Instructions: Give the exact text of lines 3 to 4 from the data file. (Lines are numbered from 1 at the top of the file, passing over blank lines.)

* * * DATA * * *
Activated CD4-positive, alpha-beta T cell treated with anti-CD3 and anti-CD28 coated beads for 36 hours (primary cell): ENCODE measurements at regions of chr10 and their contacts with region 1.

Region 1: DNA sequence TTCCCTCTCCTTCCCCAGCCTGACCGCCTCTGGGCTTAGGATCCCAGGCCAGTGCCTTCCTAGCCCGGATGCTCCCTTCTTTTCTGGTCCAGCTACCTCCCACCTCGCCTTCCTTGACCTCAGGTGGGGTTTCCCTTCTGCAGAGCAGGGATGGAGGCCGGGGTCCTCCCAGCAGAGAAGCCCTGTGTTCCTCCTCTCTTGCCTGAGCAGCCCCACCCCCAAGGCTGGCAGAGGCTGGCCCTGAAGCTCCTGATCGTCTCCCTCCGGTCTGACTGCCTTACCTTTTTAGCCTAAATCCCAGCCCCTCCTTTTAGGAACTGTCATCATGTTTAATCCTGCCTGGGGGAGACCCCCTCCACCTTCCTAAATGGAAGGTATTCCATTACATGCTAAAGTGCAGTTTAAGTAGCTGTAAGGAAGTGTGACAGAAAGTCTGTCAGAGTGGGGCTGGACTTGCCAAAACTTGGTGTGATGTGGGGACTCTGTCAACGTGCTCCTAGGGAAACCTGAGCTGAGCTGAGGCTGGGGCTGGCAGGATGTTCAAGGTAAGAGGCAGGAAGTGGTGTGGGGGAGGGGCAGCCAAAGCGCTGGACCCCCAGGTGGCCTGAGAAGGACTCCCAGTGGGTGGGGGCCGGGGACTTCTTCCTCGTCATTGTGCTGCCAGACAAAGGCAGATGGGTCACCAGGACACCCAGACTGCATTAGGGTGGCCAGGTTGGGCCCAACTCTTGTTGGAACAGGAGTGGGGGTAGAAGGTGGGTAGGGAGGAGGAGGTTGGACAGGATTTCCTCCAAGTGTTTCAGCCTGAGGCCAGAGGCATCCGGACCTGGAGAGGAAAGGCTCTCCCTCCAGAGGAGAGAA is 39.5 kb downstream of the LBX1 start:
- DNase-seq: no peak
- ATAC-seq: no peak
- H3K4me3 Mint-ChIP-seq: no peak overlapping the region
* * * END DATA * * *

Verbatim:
- DNase-seq: no peak
- ATAC-seq: no peak